And that’s when I started to say, “I’m gonna do it for the experience.”  And I let them talk me out of my faith. I let them interrupt that faith. So when Dreamgirls comes around and someone wants to say something that wasn’t in my train of thought I said, “No, I will not interrupt my faith. This is mine and I’m sticking with it.” And I learned that lesson. That’s what I mean by nothing is “just.” So even when it’s an experience that didn’t turn out the way you wanted it to [turn out]…it can still prepare you for the next thing. Because by the time the Dreamgirls opportunity rolled around, I learned from that experience. Allowing people to interrupt my faith? No, no. That’s what went wrong the last time! [Instead I said] I’m ready God, I believe it, I accept it. I’m not concerned with what [anyone else] got to say and [they] will not interrupt my faith. Don’t allow someone to interrupt your faith. I want to leave it with that.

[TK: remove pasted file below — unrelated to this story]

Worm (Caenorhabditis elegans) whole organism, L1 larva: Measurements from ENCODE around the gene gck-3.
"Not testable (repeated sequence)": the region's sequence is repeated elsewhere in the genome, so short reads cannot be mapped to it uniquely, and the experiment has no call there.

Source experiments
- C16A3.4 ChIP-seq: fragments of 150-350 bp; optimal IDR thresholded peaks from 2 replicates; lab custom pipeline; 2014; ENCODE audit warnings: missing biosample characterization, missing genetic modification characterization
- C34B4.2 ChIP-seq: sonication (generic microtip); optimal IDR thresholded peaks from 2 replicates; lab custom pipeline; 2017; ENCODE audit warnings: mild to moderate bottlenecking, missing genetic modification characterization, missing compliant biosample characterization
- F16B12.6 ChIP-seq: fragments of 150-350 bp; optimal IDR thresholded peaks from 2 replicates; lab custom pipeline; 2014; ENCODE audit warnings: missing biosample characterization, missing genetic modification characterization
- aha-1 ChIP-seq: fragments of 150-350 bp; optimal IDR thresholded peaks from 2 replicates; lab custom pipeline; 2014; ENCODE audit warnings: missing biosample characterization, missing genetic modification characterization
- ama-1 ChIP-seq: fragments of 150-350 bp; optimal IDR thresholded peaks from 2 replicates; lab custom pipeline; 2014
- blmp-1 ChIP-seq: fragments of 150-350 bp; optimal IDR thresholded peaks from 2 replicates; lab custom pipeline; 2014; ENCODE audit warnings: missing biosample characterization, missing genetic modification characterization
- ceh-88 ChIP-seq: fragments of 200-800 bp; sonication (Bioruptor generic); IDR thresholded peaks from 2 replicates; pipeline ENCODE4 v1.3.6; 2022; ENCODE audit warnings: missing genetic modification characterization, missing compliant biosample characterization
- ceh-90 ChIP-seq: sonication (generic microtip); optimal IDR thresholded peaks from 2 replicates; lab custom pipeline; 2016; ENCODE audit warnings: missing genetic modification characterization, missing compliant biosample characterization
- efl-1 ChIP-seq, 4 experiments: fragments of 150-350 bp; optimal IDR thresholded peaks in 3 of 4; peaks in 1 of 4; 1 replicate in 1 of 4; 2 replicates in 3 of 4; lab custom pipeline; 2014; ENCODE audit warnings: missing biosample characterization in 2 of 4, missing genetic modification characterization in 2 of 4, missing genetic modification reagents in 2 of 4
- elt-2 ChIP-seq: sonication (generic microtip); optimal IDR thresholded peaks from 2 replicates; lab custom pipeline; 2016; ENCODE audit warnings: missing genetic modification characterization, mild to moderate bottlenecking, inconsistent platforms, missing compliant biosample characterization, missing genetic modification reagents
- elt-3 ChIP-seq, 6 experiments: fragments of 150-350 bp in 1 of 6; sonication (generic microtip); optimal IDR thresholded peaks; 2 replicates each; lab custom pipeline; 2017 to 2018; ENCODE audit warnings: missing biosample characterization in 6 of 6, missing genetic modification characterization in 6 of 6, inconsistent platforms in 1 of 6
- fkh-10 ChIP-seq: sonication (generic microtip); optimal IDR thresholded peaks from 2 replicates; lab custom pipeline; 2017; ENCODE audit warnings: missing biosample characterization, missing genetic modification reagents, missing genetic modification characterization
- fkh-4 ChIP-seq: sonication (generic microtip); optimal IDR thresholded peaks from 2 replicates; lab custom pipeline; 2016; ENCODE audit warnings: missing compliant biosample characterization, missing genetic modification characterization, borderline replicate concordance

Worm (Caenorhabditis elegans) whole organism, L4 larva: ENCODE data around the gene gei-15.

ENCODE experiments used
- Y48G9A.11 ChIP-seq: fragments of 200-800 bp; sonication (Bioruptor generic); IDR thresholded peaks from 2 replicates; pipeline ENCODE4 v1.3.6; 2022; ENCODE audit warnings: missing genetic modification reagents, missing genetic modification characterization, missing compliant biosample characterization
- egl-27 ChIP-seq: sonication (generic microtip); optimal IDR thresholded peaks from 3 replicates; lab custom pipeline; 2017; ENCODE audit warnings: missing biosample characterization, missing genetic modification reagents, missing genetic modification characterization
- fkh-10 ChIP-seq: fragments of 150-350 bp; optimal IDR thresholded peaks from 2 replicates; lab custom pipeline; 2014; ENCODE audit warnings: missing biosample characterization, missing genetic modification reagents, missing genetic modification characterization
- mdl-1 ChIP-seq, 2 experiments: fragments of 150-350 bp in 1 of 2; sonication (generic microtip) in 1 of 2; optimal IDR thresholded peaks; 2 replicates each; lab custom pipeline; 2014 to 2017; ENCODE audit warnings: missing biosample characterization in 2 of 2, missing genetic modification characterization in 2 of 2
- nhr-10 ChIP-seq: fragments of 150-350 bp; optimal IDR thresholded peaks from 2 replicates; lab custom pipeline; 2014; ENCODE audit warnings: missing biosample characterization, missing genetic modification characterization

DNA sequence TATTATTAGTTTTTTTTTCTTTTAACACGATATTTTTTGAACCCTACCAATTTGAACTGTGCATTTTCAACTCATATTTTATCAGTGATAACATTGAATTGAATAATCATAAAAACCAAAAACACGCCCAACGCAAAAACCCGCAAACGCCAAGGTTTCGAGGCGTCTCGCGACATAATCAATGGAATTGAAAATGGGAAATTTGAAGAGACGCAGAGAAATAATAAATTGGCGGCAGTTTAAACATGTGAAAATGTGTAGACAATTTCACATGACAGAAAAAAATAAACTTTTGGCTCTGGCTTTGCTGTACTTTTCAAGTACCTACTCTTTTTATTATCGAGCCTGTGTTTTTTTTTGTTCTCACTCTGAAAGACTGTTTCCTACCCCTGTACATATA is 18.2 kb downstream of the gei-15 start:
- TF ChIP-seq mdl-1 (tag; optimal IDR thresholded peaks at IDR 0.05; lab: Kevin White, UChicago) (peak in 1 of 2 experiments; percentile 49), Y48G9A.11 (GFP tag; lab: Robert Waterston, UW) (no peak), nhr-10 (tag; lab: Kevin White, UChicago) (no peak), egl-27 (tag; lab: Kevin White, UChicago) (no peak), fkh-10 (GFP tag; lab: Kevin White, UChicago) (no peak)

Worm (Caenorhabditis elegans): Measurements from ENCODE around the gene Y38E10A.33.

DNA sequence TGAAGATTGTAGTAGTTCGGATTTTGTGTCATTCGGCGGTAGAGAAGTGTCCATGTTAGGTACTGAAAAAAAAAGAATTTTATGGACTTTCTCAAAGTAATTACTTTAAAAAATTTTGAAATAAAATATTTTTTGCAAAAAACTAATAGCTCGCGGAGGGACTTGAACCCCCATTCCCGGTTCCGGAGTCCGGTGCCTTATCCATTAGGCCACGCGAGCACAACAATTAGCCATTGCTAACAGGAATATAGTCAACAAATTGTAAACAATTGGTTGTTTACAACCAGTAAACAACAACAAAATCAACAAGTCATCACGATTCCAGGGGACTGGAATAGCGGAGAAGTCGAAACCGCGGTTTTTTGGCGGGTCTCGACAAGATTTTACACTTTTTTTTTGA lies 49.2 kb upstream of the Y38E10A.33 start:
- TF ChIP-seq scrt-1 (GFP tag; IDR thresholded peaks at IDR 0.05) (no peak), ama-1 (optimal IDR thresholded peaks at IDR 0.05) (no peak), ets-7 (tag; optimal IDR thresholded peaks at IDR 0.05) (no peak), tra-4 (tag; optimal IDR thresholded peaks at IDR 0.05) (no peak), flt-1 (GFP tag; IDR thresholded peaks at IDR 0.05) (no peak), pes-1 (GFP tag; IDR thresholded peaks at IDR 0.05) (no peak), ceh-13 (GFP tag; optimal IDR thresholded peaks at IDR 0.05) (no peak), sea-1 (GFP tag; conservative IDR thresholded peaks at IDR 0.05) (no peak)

Allen

Thank you so much!

Jennifer

Thank you for having me!

We Remember ‘Soul Train’

We Remember ‘Soul Train’

SOUL CONDUCTOR: Don Cornelius, dead at 75, transformed American culture with 'Soul Train.'

“Peace, Love, and Soul.”

That’s how he used to bid us adieu at the close of every show, that bespectacled man with the velvety voice and cool disposition. The apparent suicide death of Soul Train creator and host Don Cornelius caught us all off guard, while immediately transporting us back to those more soulful days of yesteryear — pre-MTV days, when the music wasn’t just an afterthought but the main event.

We tuned into Soul Train each week to see our favorite soul and R&B stars, sometimes for the very first time. (The four sisters of Sister Sledge looked as cute as they sounded, and imagine my shock as a 6-year-old to discover that Elton John was white!) But we mostly showed up for the array of colorful dancers — to check out their moves, to see what they were wearing, and to imagine ourselves right there with them. We knew that if we didn’t see any other black images on TV all week, we could at least see ourselves on Soul Train every weekend. Don Cornelius, the radio-deejay-turned-television-impresario, gave that to us — a refuge for African American pride and empowerment disguised as a TV dance show.